What is an OBD2 Scanner?

Onboard Diagnostics II (OBD2 or OBD-II) is a standardized system which is used by onboard computers in trucks and cars for generating reports and carrying out self-diagnostics. All cars which have been manufactured since 1996 in the U.S. and 2003 in the UK have these standardized systems built in which continuously monitor emissions and electrical sensors whilst the vehicle is in motion.

This information is recorded, logged, and made available to OBD2 automotive diagnostic tools, which can extract it. When extracted, this data can then be interpreted and used to diagnose problems before the driver gets the chance to find it. OBD2 is an important addition to any vehicle and can be used to quickly get to the bottom of a vehicle’s problems.

#1: Different Types of OBD2 Scanners

There are two main types of scanner – the basic code reader and the scan tool. The code reader does exactly what you think, it reads codes, whereas the scan tool lets real-time data be viewed, recorded, and interpreted, in addition to providing troubleshooting information.

OBD2 scanners are most widely used for emissions testing, however, a Diagnostic Scanner has uses and applications pertaining to many different aspects of a vehicle’s performance.

#2: What Does an OBD2 Scanner Do?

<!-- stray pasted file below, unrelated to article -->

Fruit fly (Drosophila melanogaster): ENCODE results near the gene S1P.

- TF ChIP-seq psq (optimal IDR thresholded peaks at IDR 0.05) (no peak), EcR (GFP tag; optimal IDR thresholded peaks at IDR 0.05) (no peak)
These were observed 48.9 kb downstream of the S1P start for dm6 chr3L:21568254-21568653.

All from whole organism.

The overall functionality of an OBD2 scanner depends very much on whether it is a scan tool or a code reader as above. Code readers can only read and clear codes, whereas the advanced scan tools can do so much more with its advanced functionality.

Because OBD2 systems are all the same, the scanners themselves are very simple to use. OBD2 scanners are “plug in and play” bits of kit which can be inserted into any vehicle. All OBD2 scanners use the same connectors, and the scanner works by simply inserting the universal connector into the vehicle.

#3: Choosing the Right OBD2 Scanner

An OBD2 scanner can easily be a valuable addition to your car, but this does not mean that you should go out and spend thousands of dollars on a high-end one. If you own a car which was manufactured after 1996 in the U.S. or 2003 in the UK, an OBD2 scanner is a very worthwhile addition to your car.

As with any sort of product, there are both cheaper and more expensive options, with the more expensive options offering more features and flexibility. To get an idea of what’s available, visit the Scan Tool Center where you can learn more about this fantastic piece of vehicular technology. We also recommend visiting your local mechanic instead of trying to do it yourself, as OBD2 scanners are rather complex and you will want it installed properly.

OBD2 is a standardized system used by the onboard computers of all vehicles. Prior to OBD2, there was OBD1 which did not use the same communication protocols, connectors and other specifics between manufacturers. OBD2 came along to rectify this, unifying OBD between all vehicle manufacturers and making it a much simpler system, which could be applied to all vehicles.